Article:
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by Trever Carter
Scripture says that to God our lives are nearly but a mist, a vapor or a spray, that lasts only momentarily before vanishing into thin air. It is so hard for me to imagine that God can compare out lives to a dissipating aerosol spray yet organize them so intricately. God sees all of our entire lives and plans each and every one out. God is infinite, and scripture like this increases my awe factor of our God—He is so big; we are so small.
One of the coolest things for me to do is to sit back and reflect on how God has been working in my life over an extended period of time. Retrospect like this truly allows me to take a step back, widen my viewing lens and see that God has taken this evading mist and turned it into much, much more. Though weeks, months or even years may pass between one event or another, I love to see how God has connected them and used them to help me grow and to teach me.
One of these moments happened early this week. Pastor Joe was preaching on the Spiritually Mature Disciple, and the quality he was referencing in particular was that of generosity. A spiritually mature Christian has it encoded into their spirit to be generous, and there is so much joy and freedom that comes from that.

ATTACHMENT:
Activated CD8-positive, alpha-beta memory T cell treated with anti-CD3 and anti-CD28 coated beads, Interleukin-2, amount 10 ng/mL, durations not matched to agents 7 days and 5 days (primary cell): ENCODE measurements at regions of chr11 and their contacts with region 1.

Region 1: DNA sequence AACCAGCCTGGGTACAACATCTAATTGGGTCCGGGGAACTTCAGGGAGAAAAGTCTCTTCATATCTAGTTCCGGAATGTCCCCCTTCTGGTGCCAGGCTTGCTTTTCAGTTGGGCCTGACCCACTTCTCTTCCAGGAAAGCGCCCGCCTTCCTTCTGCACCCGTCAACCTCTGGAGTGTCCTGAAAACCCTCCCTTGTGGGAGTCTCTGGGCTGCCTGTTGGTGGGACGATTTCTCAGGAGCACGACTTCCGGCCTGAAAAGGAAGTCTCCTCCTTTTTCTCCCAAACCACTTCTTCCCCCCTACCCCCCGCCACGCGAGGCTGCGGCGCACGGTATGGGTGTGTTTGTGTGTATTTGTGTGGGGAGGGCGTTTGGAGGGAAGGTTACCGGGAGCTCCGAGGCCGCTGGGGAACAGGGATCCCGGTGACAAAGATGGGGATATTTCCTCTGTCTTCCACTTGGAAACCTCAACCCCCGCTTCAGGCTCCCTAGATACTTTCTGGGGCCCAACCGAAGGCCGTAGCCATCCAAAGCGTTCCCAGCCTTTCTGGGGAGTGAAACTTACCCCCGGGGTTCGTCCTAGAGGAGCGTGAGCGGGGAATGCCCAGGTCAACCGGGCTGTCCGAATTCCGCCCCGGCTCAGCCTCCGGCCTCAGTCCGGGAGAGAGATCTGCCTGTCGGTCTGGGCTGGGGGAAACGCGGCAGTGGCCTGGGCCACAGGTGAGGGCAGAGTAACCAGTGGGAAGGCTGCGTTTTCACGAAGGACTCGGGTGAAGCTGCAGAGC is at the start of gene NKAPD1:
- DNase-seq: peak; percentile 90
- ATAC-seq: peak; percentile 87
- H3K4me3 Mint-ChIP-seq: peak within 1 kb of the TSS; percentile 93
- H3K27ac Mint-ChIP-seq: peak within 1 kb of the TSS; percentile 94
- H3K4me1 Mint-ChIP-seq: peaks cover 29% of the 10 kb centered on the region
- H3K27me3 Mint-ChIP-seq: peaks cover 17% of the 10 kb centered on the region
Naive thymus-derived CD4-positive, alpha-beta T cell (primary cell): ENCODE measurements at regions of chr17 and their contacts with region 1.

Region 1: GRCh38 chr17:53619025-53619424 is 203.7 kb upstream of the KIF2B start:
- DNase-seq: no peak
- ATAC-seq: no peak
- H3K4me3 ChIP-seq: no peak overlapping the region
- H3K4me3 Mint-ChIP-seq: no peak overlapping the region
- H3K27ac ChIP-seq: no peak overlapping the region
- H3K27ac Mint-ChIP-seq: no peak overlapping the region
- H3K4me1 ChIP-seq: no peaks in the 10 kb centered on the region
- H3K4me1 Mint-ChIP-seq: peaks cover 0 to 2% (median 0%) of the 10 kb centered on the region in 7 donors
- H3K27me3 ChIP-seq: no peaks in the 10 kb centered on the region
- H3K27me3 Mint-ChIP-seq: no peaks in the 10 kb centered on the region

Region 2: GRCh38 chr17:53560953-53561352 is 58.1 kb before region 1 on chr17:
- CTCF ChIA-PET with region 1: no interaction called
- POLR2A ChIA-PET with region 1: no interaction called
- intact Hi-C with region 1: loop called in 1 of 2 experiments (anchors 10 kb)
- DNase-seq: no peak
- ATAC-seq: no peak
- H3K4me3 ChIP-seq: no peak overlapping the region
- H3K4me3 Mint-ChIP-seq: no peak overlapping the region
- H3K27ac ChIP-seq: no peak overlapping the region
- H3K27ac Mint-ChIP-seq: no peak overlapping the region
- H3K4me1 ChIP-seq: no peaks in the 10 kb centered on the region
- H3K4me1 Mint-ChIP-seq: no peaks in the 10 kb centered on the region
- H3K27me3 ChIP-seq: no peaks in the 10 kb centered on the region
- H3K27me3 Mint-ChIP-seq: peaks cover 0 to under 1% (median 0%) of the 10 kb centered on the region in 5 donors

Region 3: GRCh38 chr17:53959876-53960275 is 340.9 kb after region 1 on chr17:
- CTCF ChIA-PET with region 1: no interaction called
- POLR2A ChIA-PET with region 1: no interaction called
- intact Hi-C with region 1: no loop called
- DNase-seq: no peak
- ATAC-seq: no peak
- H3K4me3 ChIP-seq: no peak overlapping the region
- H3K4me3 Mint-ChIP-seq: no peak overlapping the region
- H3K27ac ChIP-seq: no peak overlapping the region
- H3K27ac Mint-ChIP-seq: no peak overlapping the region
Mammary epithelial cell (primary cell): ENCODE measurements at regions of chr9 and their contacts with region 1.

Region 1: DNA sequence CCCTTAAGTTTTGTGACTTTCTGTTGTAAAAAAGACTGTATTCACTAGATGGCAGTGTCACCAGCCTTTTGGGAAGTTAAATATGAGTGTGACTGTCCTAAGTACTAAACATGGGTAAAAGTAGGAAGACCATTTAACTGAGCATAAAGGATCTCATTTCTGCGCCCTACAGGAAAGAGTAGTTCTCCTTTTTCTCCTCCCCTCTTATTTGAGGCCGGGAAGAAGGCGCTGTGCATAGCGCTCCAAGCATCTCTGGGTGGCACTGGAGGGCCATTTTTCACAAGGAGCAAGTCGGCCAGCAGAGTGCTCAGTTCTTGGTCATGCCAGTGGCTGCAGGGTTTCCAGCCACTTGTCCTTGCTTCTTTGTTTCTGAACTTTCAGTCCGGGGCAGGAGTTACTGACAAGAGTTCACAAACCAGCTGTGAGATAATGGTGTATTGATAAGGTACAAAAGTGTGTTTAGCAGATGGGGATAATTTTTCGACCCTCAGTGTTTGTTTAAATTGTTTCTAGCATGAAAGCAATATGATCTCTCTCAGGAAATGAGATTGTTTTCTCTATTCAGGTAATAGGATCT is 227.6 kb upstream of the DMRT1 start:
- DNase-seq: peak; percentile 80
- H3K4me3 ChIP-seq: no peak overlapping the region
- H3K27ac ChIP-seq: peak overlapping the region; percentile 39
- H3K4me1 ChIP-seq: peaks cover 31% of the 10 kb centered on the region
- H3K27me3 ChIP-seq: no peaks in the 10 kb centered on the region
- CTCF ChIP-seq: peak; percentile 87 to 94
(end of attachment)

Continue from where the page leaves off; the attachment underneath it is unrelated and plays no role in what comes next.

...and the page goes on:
Nearly two years ago, around the New Year of my freshman year, I had a conversation with a mentor about the same thing. We talked about generosity and how I was to live it out in my life and what it would look like. Be it time, talent or finance, we sought to define a standard of generosity that I could use as a baseline for my life.
Yet it seemed to just sit in the back of my mind and on the pages of a notebook (one I had to search for when I went to look back at what I had written) for the past two years. I was generous with my talents and definitely with my time, but finance was one that was hard to make tangible and articulate. As a freshman or a sophomore, I was lucky to get some birthday money that was hard to divide between the things I had appropriated. So I prayed for the past few years that God would just continue to instill in me a generous heart.
And that is exactly what He did. Two years later, I now have a job that gives me a sizeable paycheck once every two weeks. With this, I am perfectly capable of dividing it up and upholding my financial standard of generosity—I’m able to save, to give to the church and to spend willingly on friends or family.
And I have found such a freedom and such a joy in it.
It has certainly been proven that it is better to give than to receive, and I have loved the fruits that have come from it. Giving up money and setting it aside was a hard thing for me to do—I worked for it and thought that it should be mine. But after a lot of prayer and a softened heart, I find it exciting and joyful to give away money that was never mine to start but God’s.
So I sit, two years past the initial conversation, and laugh at how God works. I smile with an ironic joy and marvel at how God so intricately weaves everything together and makes all things work out. God’s timing was for me to pray about a soft heart, which makes generosity all the easier and all the more glorious. I thank God for that.